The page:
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Alligator Snapping Turtle Distributional Survey

photo of an alligator snapping turtle

Little is known about the status of alligator snapping turtles between the Ochlockonee and Suwannee rivers from Wakulla County to Dixie County. There are no museum specimens from any rivers in this part of the Florida, but there have been several unverified records. In July 2011, Fish and Wildlife Research Institute (FWRI) biologists began a one-year trapping study in seven rivers between the Ochlockonee and Suwannee rivers in Florida’s Big Bend region to determine whether the species is present in this apparent distributional gap. 

As of December 2012, trapping in the St. Marks, Aucilla and Econfina rivers yielded no alligator snappers, and severe drought conditions prevented biologists from trapping in the other rivers in the region. They decided to extend the study for another year to allow trapping during more favorable water levels.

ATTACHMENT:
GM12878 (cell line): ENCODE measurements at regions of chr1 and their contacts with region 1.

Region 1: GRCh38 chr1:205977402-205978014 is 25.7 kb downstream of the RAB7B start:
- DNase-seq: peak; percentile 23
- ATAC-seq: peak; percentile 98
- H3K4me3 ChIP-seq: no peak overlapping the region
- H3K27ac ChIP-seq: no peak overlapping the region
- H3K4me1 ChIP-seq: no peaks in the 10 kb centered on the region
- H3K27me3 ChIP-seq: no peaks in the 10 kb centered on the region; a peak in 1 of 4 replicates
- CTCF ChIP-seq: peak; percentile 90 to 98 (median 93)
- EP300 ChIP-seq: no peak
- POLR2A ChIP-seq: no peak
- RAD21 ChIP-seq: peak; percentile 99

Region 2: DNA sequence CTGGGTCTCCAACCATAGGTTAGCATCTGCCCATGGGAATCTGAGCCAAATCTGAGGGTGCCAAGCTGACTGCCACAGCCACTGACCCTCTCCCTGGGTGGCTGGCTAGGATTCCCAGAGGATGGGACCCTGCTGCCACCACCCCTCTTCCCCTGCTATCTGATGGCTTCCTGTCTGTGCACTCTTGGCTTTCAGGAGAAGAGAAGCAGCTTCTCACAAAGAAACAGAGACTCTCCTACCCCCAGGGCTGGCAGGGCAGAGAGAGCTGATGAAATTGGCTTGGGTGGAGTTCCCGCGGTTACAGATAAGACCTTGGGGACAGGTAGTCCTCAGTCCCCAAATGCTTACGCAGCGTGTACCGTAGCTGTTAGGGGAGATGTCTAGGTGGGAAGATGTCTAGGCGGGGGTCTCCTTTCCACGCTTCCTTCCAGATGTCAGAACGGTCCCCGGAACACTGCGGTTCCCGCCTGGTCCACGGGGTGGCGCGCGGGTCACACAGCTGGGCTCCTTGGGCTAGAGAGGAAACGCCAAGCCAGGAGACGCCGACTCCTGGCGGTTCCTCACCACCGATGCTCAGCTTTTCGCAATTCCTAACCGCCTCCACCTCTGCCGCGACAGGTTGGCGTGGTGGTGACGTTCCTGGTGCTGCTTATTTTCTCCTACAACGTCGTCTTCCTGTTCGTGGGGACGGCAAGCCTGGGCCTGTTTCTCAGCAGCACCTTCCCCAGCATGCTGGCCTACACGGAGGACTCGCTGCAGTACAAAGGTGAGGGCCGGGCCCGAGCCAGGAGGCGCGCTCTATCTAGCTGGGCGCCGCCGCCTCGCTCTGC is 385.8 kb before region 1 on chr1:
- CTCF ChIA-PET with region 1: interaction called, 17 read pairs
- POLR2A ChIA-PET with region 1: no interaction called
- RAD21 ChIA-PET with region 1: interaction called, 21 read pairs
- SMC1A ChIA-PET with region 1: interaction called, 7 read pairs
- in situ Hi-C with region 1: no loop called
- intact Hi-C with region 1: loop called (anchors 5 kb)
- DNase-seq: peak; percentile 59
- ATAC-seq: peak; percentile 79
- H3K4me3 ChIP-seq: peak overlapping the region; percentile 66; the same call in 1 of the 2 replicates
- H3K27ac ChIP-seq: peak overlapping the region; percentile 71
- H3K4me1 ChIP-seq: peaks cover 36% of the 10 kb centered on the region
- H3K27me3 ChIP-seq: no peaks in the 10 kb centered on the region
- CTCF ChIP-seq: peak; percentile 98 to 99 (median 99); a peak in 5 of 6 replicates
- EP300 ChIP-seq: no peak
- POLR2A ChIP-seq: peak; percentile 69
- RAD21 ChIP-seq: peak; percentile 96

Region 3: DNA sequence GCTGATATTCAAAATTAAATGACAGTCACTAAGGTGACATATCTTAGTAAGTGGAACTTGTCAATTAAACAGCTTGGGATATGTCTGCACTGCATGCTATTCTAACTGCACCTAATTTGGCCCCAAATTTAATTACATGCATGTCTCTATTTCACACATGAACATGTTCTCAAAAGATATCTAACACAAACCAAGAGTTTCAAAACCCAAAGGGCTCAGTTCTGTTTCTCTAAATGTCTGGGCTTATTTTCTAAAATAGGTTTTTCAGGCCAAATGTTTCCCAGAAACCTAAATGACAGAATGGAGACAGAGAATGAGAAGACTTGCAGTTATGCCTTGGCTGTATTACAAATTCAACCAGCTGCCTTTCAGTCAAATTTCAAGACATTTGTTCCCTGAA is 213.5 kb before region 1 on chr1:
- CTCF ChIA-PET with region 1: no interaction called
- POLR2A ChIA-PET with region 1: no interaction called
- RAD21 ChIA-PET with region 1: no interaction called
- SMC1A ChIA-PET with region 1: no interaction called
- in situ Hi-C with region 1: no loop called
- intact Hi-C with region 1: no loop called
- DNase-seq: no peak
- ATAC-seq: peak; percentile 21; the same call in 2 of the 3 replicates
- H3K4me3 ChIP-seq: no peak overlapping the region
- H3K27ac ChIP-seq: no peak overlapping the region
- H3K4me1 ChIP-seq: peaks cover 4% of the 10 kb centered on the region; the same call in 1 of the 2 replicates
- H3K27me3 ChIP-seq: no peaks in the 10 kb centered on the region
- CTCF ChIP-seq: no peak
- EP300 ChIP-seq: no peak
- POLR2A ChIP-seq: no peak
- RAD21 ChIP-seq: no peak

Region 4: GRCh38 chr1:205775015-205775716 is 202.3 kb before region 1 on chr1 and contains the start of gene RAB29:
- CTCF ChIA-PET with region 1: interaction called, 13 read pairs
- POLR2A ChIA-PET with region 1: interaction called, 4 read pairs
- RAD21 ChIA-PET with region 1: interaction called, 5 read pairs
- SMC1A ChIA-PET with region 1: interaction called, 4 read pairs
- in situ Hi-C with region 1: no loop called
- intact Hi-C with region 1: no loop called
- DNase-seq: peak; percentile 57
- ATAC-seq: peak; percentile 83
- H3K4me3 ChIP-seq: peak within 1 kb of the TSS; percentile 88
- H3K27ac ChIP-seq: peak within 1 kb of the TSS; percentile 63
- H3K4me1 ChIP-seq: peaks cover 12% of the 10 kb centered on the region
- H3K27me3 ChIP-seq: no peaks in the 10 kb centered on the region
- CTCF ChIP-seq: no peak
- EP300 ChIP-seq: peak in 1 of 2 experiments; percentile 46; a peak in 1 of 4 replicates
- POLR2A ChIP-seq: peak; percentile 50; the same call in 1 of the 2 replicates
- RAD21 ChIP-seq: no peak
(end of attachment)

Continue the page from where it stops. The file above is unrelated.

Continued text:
In addition to answering questions about the distribution of the species, this project aims to determine the relationship between alligator snappers in this region and those in surrounding areas. Recent research indicates that the population in the Suwannee River drainage is genetically and physically distinct from populations in more westerly river drainages. In fact, FWRI biologists and other scientists have submitted a manuscript for publication that describes two new species of alligator snapping turtle – the Suwannee and the Apalachicola. If any turtles are trapped in this study, researchers will conduct genetic analyses to determine whether they are more closely related to Suwannee or Apalachicola river populations.